This September, the EDGE of Existence team are looking forward to hosting 7 EDGE Fellows from our 2015-2017 cohort. They will attend a two week Conservation Leadership course at ZSL to provide them with the skills necessary to scale up their projects following the end of their fellowship. They will learn conflict resolution, communication, fundraising and project leadership skills, as well as have the opportunity to network and collaborate with ZSL’s conservation experts.
Meet the Fellows!
Since its discovery in 1974, the Hooded Grebe has suffered population declines of over 80% with fewer than 1000 left in the wild. Carlos (‘Kini’) is using solar-powered tags, citizen science, and traditional field surveys to determine the threats that affect these birds during their annual migration across Argentina, to resolve how these might be mitigated.
The Taita Hills in Kenya contain many threatened endemic species including the Sagalla caecilian, a limbless burrowing amphibian, endangered by loss of indigenous forest. Basil is leading widespread native tree replanting schemes to reconnect disparate forest fragments, whilst training farmers in sustainable water and soil management to prevent further degradation.
The mountainous star coral provides critical habitat for important fishery species, but population declines of 50% over the last 30 years look set to continue. Robin is assessing the health of colonies and engaging local communities in the importance of coral for marine livelihoods.
Taylor’s salamander is endemic to the highly saline and alkaline waters of Lake Alchichica in central Mexico but is threatened by water extraction and pollution from human waste and agrochemicals. Alfredo is identifying negative effects associated with these threats and evaluating the presence of infectious diseases.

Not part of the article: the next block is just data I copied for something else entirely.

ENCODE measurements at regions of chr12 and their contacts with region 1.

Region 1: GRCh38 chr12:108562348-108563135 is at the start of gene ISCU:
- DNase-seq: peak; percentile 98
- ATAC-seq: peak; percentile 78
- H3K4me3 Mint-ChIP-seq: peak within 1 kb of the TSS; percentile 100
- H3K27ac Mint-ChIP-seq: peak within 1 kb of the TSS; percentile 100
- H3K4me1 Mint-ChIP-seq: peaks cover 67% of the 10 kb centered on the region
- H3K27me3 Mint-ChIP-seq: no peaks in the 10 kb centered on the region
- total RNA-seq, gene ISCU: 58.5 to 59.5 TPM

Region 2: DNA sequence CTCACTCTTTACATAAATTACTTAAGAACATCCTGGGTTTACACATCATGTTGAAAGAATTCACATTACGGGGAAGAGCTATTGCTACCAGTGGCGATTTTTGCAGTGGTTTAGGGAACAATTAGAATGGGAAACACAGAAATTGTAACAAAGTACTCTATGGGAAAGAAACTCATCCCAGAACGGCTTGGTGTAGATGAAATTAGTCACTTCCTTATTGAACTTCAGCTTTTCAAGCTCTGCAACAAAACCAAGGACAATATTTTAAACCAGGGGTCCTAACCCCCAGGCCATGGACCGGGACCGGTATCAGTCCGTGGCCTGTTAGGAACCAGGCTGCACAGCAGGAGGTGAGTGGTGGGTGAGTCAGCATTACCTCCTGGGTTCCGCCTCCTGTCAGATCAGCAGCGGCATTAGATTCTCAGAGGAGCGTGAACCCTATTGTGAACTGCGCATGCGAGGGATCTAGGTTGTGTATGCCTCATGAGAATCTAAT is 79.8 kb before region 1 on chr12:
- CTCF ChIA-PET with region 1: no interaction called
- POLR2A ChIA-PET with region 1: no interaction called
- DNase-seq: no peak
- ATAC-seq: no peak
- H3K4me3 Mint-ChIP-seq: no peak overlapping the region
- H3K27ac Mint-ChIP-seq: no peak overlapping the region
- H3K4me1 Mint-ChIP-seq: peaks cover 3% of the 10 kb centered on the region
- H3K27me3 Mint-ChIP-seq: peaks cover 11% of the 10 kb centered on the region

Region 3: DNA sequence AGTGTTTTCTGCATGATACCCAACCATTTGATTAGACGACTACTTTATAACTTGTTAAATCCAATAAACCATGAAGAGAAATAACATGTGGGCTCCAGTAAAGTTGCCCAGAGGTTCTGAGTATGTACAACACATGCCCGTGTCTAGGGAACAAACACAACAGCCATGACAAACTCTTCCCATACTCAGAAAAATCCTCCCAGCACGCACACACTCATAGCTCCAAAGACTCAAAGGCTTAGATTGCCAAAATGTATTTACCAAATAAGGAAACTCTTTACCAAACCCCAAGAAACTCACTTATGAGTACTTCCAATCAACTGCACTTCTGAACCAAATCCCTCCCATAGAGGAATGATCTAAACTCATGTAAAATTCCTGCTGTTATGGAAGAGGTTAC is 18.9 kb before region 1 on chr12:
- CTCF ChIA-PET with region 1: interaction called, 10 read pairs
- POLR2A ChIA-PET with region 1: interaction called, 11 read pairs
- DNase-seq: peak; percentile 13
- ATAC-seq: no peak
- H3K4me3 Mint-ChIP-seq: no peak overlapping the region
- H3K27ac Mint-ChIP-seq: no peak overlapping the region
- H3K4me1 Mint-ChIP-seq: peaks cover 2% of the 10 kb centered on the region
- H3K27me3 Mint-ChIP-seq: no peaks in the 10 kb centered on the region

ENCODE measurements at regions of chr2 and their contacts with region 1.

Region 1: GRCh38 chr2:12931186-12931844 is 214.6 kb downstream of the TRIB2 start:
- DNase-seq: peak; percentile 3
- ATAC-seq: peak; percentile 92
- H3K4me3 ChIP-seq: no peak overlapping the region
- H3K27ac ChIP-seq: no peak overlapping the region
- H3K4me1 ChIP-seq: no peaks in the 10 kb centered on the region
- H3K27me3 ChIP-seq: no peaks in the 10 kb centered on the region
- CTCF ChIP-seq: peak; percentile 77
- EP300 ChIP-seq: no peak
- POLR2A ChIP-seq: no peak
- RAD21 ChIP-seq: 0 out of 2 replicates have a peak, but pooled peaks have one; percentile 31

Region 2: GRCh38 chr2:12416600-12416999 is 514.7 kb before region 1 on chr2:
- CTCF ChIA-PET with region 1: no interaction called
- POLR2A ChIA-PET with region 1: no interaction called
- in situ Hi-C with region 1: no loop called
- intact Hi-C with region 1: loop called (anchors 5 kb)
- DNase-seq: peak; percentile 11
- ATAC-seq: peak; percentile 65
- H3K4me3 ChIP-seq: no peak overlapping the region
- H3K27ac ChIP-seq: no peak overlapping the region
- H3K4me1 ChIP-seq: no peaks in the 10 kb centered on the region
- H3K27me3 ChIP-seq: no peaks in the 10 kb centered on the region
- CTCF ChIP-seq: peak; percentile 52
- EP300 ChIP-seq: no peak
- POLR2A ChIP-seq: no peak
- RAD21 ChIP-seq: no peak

The Chacoan peccary is a pig-like mammal that inhabits hot, semi-arid forest and steppe environments. It is severely threatened by habitat loss, hunting, disease and predation. Micaela is working closely with local communities to build a local framework for its conservation.
Baird’s tapir is a primitive mammal that has changed very little in the last 35 million years, but there are now thought to be fewer than 5,000 left in the wild. Esteban aims to establish the population status and ecology of Baird’s tapir in the highlands of Costa Rica, to determine road mitigations and inform national conservation policies.
The majestic Philippine eagle is one of the world’s largest, most powerful birds of prey yet each pair requires an area of forest bigger than the city of Oxford to rear a single chick, so deforestation is a huge threat. Kahlil is collecting distribution, range, habitat, breeding and prey data, vital for declaring the Mingan Mountains a ‘Critical Habitat’.